HomeHealthMexico develops a quick and cheap test to detect COVID-19
Mexico develops a quick and cheap test to detect COVID-19
April 23, 2020
Scientists from the National Autonomous University of Mexico (UNAM) are working on the development of a biosensor that will serve as a rapid, massive and low-cost screening test for COVID-19, the institution reported Wednesday.
In a statement, the researchers pointed out that the project is in the validation phase before the Institute of Epidemiological Diagnosis and Reference (Indre) of Mexico and in tests of different types of readers to determine the viral load.
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"It is estimated that its cost will oscillate around 300 pesos (about $ 12.3) per test, as opposed to the 1,500 to 2,000 pesos (between $ 61.7 and $ 82.3) that other diagnostic tests amount to," he noted in the note.
The team of researchers and students is part of the National Laboratory of Biomimetic Solutions for Diagnosis and Therapy (Lansbiodyt) of the UNAM Faculty of Sciences and has been working on a versatile biomolecule sensor for more than four years.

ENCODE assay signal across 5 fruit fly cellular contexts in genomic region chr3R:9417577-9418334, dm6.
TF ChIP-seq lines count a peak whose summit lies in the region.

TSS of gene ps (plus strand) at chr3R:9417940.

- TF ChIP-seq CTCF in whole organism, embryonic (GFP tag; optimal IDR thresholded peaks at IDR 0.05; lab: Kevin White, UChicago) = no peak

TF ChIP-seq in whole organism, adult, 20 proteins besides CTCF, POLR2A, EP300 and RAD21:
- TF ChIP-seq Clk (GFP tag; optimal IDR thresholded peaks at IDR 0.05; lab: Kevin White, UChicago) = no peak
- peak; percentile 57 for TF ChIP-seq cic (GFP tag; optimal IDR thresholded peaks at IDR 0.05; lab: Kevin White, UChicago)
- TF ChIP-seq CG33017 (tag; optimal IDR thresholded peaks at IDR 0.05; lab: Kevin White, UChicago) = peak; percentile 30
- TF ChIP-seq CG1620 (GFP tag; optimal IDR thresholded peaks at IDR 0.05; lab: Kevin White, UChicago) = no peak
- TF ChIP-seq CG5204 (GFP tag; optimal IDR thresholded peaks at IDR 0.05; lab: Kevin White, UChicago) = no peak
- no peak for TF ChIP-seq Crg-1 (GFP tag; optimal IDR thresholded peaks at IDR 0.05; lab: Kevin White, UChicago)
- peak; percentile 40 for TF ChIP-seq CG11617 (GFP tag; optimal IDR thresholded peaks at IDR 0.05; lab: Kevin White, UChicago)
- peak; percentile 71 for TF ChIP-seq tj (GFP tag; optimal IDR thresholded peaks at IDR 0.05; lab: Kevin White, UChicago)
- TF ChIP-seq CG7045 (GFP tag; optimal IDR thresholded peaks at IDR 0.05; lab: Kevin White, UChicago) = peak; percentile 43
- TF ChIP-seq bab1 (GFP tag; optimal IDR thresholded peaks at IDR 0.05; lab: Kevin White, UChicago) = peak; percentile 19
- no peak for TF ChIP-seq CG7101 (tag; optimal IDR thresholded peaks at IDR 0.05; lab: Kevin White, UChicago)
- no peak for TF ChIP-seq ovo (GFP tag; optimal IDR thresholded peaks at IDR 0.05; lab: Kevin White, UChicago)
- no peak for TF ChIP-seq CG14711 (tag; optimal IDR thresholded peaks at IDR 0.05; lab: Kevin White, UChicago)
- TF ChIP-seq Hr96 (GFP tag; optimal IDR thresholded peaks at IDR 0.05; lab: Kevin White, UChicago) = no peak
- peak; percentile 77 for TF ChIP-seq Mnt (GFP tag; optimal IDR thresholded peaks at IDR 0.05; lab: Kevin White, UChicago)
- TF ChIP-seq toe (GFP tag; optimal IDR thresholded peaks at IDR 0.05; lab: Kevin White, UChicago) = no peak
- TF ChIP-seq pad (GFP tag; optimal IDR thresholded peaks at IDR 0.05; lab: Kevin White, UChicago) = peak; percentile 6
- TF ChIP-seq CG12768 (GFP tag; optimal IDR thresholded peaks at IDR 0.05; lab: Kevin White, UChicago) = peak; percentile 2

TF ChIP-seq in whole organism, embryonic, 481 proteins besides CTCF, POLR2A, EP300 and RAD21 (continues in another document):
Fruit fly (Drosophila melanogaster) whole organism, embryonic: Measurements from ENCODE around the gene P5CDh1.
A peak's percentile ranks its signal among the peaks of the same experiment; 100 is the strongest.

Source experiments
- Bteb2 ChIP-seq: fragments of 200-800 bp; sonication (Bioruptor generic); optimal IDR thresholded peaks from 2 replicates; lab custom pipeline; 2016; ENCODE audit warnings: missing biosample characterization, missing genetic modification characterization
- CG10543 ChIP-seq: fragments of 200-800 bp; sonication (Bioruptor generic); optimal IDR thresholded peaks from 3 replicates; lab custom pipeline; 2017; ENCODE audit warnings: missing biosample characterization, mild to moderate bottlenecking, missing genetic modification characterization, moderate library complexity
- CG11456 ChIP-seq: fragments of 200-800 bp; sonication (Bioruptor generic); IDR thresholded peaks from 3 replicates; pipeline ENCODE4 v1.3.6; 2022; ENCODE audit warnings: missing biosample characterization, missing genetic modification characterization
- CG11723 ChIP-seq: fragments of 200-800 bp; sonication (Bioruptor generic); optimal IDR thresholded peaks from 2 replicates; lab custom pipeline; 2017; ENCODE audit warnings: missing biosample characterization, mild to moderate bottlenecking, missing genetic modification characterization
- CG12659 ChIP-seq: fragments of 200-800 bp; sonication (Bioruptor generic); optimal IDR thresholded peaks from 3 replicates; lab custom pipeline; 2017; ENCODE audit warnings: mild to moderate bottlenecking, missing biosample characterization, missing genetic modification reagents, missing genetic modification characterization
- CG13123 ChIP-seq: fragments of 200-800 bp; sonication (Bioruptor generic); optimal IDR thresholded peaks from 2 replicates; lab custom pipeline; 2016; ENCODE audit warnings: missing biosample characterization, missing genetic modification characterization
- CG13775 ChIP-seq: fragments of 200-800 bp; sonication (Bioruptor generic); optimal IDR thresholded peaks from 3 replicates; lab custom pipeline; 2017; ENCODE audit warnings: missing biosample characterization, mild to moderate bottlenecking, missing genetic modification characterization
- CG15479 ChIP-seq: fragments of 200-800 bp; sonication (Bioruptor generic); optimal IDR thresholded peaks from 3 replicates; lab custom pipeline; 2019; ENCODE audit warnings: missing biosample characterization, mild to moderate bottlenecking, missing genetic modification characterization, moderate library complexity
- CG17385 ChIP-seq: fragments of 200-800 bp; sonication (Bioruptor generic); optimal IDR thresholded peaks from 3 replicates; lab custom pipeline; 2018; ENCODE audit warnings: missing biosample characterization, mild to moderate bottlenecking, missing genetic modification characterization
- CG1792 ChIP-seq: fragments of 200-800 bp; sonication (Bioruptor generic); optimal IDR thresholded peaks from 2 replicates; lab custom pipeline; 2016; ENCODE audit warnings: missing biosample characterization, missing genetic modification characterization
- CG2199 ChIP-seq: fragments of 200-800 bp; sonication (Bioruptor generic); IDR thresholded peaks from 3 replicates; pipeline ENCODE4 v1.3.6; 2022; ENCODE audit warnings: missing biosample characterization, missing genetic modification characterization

How does it work
The device makes possible "the detection of various antibodies and molecules such as glucose and insulin -to diagnose diabetes-, cholesterol, triglycerides, among others", of which they have a patent registered with the Mexican Institute of Industrial Property (IMPI).
Precisely because of its versatility and in the face of the global health emergency, the team decided to work the same line "on a biosensor that serves to detect this coronavirus cheaply, quickly and safely, without the need to use the instruments and the high costs involved in other tests such as the PCR (Polymerase Chain Reaction). "
"What we did was try to combine the specificity that a PCR gives you, which does not have that massive potential of a serological test, in a sensor that allows us to have specificity because what it detects is the viral genetic material, it detects the virus, but under certain experimental conditions that can be massive, "said Dr. Tatiana Fiordelisio, who along with Mathieu Hautefeuille, are the leaders of the project.
We designed "a sensor that has the specificity but is easy to use, easy to access, cheap, and can be taken everywhere, to places where there are no hospitals or clinical laboratories," he added.
He explained that the patient's sample would be taken from the nose or mouth and placed in a trisol solution, which is a commercial solution made up of chloroform and other solvents. At that time the virus would be inactivated, which would be a great advantage "because the sample can be transported to any other part without there being a danger of contagion."